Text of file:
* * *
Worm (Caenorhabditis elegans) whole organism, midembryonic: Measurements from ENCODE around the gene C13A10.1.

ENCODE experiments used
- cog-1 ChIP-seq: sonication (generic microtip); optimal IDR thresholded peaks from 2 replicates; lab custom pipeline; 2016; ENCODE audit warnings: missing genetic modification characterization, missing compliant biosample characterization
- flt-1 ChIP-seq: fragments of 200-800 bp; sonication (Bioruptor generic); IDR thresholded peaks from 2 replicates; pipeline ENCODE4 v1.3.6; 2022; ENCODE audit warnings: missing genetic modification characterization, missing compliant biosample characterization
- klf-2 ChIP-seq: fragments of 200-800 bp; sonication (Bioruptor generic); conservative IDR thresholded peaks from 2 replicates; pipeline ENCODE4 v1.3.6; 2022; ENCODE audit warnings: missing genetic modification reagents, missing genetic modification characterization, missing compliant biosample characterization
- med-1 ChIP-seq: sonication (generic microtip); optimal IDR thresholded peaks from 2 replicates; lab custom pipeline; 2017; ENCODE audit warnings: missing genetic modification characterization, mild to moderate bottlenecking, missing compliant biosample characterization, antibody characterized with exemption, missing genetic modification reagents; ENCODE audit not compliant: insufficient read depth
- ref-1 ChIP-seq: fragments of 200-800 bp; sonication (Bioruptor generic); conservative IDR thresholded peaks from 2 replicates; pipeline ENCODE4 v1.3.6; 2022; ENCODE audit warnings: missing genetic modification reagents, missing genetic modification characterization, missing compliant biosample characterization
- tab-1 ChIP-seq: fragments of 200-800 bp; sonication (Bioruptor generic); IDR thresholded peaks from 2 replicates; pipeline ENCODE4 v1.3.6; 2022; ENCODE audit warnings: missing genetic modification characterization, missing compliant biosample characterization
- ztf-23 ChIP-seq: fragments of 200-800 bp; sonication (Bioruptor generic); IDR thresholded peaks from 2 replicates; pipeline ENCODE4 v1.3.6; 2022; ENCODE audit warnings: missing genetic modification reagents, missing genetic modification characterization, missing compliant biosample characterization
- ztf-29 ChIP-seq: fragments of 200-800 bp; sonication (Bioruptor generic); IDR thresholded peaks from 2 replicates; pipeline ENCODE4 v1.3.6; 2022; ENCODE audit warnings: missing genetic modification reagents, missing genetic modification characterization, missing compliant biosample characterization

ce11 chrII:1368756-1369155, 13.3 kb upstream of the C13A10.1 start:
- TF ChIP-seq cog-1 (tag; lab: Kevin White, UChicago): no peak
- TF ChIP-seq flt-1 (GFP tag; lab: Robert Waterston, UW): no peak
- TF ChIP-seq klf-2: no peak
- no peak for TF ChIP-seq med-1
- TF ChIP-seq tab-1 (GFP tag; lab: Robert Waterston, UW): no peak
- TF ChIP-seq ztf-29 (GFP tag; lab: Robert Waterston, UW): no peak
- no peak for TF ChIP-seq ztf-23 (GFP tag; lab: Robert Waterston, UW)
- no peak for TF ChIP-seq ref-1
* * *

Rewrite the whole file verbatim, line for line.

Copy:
Worm (Caenorhabditis elegans) whole organism, midembryonic: Measurements from ENCODE around the gene C13A10.1.

ENCODE experiments used
- cog-1 ChIP-seq: sonication (generic microtip); optimal IDR thresholded peaks from 2 replicates; lab custom pipeline; 2016; ENCODE audit warnings: missing genetic modification characterization, missing compliant biosample characterization
- flt-1 ChIP-seq: fragments of 200-800 bp; sonication (Bioruptor generic); IDR thresholded peaks from 2 replicates; pipeline ENCODE4 v1.3.6; 2022; ENCODE audit warnings: missing genetic modification characterization, missing compliant biosample characterization
- klf-2 ChIP-seq: fragments of 200-800 bp; sonication (Bioruptor generic); conservative IDR thresholded peaks from 2 replicates; pipeline ENCODE4 v1.3.6; 2022; ENCODE audit warnings: missing genetic modification reagents, missing genetic modification characterization, missing compliant biosample characterization
- med-1 ChIP-seq: sonication (generic microtip); optimal IDR thresholded peaks from 2 replicates; lab custom pipeline; 2017; ENCODE audit warnings: missing genetic modification characterization, mild to moderate bottlenecking, missing compliant biosample characterization, antibody characterized with exemption, missing genetic modification reagents; ENCODE audit not compliant: insufficient read depth
- ref-1 ChIP-seq: fragments of 200-800 bp; sonication (Bioruptor generic); conservative IDR thresholded peaks from 2 replicates; pipeline ENCODE4 v1.3.6; 2022; ENCODE audit warnings: missing genetic modification reagents, missing genetic modification characterization, missing compliant biosample characterization
- tab-1 ChIP-seq: fragments of 200-800 bp; sonication (Bioruptor generic); IDR thresholded peaks from 2 replicates; pipeline ENCODE4 v1.3.6; 2022; ENCODE audit warnings: missing genetic modification characterization, missing compliant biosample characterization
- ztf-23 ChIP-seq: fragments of 200-800 bp; sonication (Bioruptor generic); IDR thresholded peaks from 2 replicates; pipeline ENCODE4 v1.3.6; 2022; ENCODE audit warnings: missing genetic modification reagents, missing genetic modification characterization, missing compliant biosample characterization
- ztf-29 ChIP-seq: fragments of 200-800 bp; sonication (Bioruptor generic); IDR thresholded peaks from 2 replicates; pipeline ENCODE4 v1.3.6; 2022; ENCODE audit warnings: missing genetic modification reagents, missing genetic modification characterization, missing compliant biosample characterization

ce11 chrII:1368756-1369155, 13.3 kb upstream of the C13A10.1 start:
- TF ChIP-seq cog-1 (tag; lab: Kevin White, UChicago): no peak
- TF ChIP-seq flt-1 (GFP tag; lab: Robert Waterston, UW): no peak
- TF ChIP-seq klf-2: no peak
- no peak for TF ChIP-seq med-1
- TF ChIP-seq tab-1 (GFP tag; lab: Robert Waterston, UW): no peak
- TF ChIP-seq ztf-29 (GFP tag; lab: Robert Waterston, UW): no peak
- no peak for TF ChIP-seq ztf-23 (GFP tag; lab: Robert Waterston, UW)
- no peak for TF ChIP-seq ref-1